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In a global operation spanning 116 countries, including the United States, officials with the International Criminal Police Organization (INTERPOL) announced the seizure of 500 tons of illicit pharmaceuticals.
The move was part of Operation Pangea XI and targets the illegal online sale of medicine and medical products valued at around $14 million. 859 people were arrested across the globe as a result of the operation.
The operation resulted in 859 arrests worldwide and the seizure of USD 14 million worth of potentially dangerous pharmaceuticals.
INTERPOL Secretary General Jürgen Stock said in a statement that the number of medicines seized was fewer than in previous years, even though more packages were seized.
He said that’s because those involved were changing the ways they ship illicit medications.
“Criminals are now shipping packages containing smaller numbers of pills and tablets to try and avoid the more stringent checks which have become routine in many countries as a result of the Pangea operations. However, this year’s results again show the successes achieved globally in stopping potentially lethal products from reaching unsuspecting customers,” said Stock.
As an example of some of the new tactics, agents in Poland said they discovered counterfeit contraceptive pills inside DVD packaging. Meanwhile illegal sleeping pills were found inside a hollowed out book by Irish agents.
INTERPOL said they focused on the delivery services used and manipulated by criminal networks. They were able to shutdown 3,671 links online, including social media pages, websites and online marketplaces.
During their investigation, nearly one million packages were searched between October 9 and October 16. Among the medications were “anti-inflammatory medication, painkillers, erectile dysfunction pills, hypnotic and sedative agents, anabolic steroids, slimming pills and medicines for treating HIV, Parkinson’s and diabetes.”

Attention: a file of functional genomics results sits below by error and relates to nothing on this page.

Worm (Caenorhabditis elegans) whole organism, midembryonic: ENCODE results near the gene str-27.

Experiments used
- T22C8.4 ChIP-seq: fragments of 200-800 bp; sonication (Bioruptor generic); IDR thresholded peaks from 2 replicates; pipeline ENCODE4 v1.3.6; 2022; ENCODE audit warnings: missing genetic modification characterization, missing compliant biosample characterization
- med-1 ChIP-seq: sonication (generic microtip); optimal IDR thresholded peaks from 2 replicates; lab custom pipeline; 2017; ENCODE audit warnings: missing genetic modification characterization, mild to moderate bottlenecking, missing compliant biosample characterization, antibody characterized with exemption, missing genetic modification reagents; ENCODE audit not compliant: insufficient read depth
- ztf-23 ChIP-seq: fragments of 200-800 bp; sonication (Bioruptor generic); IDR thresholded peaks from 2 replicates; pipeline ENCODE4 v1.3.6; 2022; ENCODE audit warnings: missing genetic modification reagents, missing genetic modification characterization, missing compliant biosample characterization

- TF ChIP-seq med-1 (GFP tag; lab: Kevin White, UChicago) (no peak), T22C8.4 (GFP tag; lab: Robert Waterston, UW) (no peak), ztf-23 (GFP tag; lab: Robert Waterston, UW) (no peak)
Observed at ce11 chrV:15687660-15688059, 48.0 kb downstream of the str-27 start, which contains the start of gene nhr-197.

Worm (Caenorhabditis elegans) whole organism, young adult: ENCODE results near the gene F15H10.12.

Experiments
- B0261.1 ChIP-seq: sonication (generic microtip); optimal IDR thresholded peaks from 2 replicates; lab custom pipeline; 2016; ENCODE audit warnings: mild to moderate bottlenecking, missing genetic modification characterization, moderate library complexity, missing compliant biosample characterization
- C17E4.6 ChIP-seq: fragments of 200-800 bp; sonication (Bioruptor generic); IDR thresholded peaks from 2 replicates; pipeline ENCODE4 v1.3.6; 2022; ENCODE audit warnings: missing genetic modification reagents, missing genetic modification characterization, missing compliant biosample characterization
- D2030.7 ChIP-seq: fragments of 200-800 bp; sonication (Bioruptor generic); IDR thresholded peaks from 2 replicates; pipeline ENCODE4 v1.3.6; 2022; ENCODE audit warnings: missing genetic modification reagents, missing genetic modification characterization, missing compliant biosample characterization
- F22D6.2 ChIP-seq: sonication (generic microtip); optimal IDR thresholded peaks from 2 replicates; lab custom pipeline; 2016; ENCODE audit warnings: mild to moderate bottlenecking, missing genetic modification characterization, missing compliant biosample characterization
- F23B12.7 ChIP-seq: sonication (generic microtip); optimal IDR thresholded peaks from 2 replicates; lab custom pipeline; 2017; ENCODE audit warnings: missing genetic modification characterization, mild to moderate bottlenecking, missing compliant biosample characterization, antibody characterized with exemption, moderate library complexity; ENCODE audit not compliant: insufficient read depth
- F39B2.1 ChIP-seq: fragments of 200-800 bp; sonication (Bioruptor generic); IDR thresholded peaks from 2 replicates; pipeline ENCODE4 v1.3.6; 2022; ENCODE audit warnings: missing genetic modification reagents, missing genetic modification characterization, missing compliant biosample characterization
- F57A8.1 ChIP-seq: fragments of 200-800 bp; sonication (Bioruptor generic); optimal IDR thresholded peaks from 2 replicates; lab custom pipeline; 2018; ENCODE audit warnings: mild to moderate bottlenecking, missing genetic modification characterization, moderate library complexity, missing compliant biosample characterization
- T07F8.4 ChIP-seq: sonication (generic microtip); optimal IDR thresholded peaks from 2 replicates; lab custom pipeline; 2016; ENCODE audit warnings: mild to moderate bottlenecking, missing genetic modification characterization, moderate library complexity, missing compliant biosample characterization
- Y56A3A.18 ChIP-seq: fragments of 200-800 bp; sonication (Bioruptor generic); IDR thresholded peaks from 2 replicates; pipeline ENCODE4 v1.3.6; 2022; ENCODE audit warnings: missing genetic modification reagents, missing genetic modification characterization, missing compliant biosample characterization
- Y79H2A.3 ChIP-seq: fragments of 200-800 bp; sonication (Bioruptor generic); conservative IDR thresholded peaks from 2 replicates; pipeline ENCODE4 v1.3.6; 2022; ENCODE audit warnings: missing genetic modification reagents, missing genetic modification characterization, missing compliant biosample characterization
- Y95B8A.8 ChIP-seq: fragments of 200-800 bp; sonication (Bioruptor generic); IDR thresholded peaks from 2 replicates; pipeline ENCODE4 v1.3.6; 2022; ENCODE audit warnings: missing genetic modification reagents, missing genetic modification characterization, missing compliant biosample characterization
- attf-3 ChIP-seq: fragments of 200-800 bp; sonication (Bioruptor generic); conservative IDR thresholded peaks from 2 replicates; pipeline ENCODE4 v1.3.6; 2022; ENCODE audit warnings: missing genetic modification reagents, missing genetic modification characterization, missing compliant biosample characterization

Agents also seized more than 110,000 medical devices.
“The public must have confidence that the medicines they are taking are both safe and effective. The criminals involved in selling counterfeit medicines must be identified and brought to justice in order to keep our citizens safe. We are proud to be a part of Operation Pangea XI which has made this a reality,” said Gjoko Tanasoski, Director General of the Customs Administration of the Former Yugoslav Republic of Macedonia.
737 expired cardiac surgery instruments were smuggled into his country.
This was the second major bust for INTERPOL this month. On October 17, the agency announced the seizure of 55 tons of narcotics in a global move called Operation Lionfish.
“Operation Lionfish (September 17 – October 8) led to the arrest of 1,300 suspects and the seizure of more than 35 tons of cocaine, five tons of heroin, 15 tons of cannabis and 430,000 Captagon tablets,” said INTERPOL officials in a statement.